Even the government has proven to be vulnerable to hacker’s antics—but in the government’s case, it’s not just finances that are at stake. WikiLeaks, the website founded by the now infamous Julian Assange, was responsible for revealing sensitive information held by the United States Government. The website disclosed the inner workings of the government’s foreign policy, and even exposed the identity of undercover operatives.
Then, in a frightening display of power, another hacking group called LulzSec demonstrated their prowess when Black & Berg Security, a cyber security agency that claimed to have ties with the federal government and whose former About Page preached to offer security that “exceeds that of the NSA and Department of Defense,” offered a $10,000 reward and a senior security advisor position if their homepage was hacked and the image was changed. After a short time, an illustrated man with a top hat appeared on Black & Berg’s website, with the sentence typed in caps-lock, “Done, that was easy. Keep your money we do it for the lulz,” resting at the top. Black & Berg has since taken their website offline.
From emails and personal loans to the identity of spies and security firms, it seems nothing is safe on the digital playground most of us visit every single day.
We’re in Their Element Now
Like a fish out of water, the common computer user, despite what they may think, really has no clue how the internet or their computer works. There are layers and layers of computer code all working in unison to provide consumers with the aesthetic, user-friendly experience they encounter whenever they operate their systems. But computer hackers are the digital engineers floating through the internet grid with full knowledge of exactly what they are doing. Anytime an average consumer logs onto their computer, they enter a foreign land, skirting across the surface as an outsider. (Still don’t believe it? Right-click on this webpage and select view page source—all of that code is what makes this page display and operate the way it does).
While private businesses and governments have been the target of some hacking groups, it’s the common computer user who is most susceptible to a security breach.
Through the use of Trojans viruses, hackers can follow a bank user’s footsteps as they sign online to check out their balance or personal loan status. Then, as Will Smith and Jeff Goldblum hid in an alien craft to breach the mother ship in Independence Day, hackers conceal themselves looking like the customer, and nuke the customer’s bank account once they’ve safely passed security measures.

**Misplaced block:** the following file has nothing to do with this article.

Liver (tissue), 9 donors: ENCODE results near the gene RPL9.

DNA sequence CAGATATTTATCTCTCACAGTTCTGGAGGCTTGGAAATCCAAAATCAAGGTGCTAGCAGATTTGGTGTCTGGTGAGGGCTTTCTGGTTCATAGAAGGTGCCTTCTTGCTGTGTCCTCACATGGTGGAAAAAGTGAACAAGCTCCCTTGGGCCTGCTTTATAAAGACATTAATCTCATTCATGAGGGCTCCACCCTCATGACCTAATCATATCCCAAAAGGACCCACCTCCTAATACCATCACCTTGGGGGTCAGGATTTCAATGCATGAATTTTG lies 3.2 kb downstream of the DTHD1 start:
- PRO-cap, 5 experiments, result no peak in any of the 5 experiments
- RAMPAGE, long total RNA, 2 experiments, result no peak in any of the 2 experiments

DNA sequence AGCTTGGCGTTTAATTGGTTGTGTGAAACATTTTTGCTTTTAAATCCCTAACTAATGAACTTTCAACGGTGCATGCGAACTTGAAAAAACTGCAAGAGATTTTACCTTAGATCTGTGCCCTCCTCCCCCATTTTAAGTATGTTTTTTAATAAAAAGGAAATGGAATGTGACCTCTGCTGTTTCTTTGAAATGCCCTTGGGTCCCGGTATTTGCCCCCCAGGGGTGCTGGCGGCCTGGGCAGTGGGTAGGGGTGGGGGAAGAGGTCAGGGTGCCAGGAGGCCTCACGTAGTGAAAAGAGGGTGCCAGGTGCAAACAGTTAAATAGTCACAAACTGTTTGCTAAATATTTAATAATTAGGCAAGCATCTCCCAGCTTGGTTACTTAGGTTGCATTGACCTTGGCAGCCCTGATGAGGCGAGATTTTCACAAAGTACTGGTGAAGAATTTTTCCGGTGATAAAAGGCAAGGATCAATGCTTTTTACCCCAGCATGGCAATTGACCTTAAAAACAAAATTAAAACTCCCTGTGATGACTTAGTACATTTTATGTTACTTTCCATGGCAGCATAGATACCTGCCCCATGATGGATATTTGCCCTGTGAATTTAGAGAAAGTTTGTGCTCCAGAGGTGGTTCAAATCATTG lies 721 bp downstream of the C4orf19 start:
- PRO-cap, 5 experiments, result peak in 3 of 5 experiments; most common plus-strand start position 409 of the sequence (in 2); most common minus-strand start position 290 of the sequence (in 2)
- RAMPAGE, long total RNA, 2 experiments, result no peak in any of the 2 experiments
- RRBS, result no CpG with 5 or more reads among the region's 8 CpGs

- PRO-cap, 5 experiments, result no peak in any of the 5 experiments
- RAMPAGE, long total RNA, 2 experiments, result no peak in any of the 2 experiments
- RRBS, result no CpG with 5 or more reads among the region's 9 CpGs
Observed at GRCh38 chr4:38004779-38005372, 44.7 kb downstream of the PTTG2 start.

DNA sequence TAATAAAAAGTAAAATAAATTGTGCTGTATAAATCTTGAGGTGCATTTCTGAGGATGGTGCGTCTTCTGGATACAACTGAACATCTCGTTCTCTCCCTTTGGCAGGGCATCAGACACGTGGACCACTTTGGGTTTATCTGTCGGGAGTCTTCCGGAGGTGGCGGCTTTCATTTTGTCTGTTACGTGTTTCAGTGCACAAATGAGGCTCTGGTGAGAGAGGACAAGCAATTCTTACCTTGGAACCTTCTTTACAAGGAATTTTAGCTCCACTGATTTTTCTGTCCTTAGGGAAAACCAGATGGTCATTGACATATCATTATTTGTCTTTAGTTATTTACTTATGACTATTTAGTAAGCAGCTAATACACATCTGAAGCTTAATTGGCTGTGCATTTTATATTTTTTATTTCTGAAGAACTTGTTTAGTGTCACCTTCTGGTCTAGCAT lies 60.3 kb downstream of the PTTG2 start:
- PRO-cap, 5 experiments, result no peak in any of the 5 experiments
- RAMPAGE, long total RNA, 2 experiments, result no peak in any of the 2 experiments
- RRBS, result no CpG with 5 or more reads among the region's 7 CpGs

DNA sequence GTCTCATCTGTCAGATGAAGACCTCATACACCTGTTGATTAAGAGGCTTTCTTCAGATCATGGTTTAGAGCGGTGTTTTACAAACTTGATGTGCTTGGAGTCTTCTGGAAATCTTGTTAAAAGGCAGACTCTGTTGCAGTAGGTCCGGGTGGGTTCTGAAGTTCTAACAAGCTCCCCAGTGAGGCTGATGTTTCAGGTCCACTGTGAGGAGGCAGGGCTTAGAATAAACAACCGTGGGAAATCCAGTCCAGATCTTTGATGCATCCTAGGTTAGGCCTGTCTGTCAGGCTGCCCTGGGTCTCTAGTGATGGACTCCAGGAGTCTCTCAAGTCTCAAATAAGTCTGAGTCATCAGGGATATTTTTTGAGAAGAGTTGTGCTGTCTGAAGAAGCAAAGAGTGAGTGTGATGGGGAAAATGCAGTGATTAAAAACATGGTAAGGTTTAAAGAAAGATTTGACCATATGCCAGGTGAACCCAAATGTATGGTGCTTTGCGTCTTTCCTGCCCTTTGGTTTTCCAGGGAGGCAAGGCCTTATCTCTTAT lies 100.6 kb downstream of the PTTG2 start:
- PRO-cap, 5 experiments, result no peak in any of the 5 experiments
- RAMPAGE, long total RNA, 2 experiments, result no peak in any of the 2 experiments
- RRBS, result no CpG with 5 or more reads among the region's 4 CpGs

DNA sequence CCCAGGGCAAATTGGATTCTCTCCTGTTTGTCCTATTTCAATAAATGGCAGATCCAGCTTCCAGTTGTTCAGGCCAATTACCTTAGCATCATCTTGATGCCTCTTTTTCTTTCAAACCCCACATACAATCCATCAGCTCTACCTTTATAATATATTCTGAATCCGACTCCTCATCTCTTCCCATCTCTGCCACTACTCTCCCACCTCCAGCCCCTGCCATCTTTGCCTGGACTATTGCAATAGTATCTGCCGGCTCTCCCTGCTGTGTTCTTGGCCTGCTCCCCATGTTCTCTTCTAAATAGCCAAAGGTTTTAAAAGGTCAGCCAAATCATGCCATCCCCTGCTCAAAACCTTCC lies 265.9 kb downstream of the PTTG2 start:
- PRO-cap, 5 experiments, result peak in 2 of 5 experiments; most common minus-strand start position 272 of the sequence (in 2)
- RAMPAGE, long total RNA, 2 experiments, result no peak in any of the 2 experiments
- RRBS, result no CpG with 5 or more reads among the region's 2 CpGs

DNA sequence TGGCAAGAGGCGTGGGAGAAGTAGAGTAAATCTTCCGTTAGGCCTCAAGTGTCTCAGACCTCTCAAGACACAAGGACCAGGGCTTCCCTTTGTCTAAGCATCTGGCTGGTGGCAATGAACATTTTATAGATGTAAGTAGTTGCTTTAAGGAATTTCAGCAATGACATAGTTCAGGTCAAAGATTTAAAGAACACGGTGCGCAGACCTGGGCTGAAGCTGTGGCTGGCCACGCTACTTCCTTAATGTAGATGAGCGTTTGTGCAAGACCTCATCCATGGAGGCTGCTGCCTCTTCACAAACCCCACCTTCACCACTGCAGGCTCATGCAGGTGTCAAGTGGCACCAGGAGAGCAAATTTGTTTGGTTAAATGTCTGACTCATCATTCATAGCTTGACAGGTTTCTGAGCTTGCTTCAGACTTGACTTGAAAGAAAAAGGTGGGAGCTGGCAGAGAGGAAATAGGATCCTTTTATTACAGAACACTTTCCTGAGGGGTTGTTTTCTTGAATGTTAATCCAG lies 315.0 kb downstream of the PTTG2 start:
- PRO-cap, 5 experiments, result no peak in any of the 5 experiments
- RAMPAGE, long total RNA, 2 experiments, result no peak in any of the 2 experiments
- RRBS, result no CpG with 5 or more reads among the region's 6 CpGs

How do I Protect My Account?
There are a few steps proactive consumers can take to make sure their accounts are protected when applying for or monitoring their personal loans online.
In order to provide themselves with the most amount of protection, consumers should:
- Never access their account or personal loan statements from a shared or public computer
- Make sure the bank’s website begins with “https://” (the “S” stands for secure)
- Never access a bank’s website from a third-party link, such as from an email that comes doesn’t come from the bank directly
- Use anti-virus software and keep computer firewalls up and running
- Carefully review all bank statements and report any suspicious and unapproved transactions immediately
- Avoid non-reputable personal loan brokers and providers
- Log out of every banking or loan monitoring session on any computer
If consumers do find themselves the unfortunate victim of hackers and digital theft, they should contact their bank and report the incident immediately. If the money stolen was from a consumer’s checking or savings account, they are protected under the Electronic Funds Transfer Act, which limits a consumer’s losses to $50 so long as the theft is reported within 60 days.
When consumers are simply obtaining personal loan quotes, don’t input information such as social security numbers or bank routing numbers. Stick to providing public information, like names, addresses, credit scores and contact information. After receiving a personal loan quote (or a quote for any other type of loan), a consumer should contact the loan provider directly or wait for them to receive contact from the provider. Ultimately, don’t put sensitive information on non-reputable third-party sites.
By taking these self-protecting measures, consumers (regardless of their tech knowledge) can thwart the invisible thief’s efforts at getting access to victims’ accounts. Like buckling up in a car, consumers can use online banking in confidence, and can manage their online personal loans from the comfort of their own home so long as they adhere to the proper safety guidelines.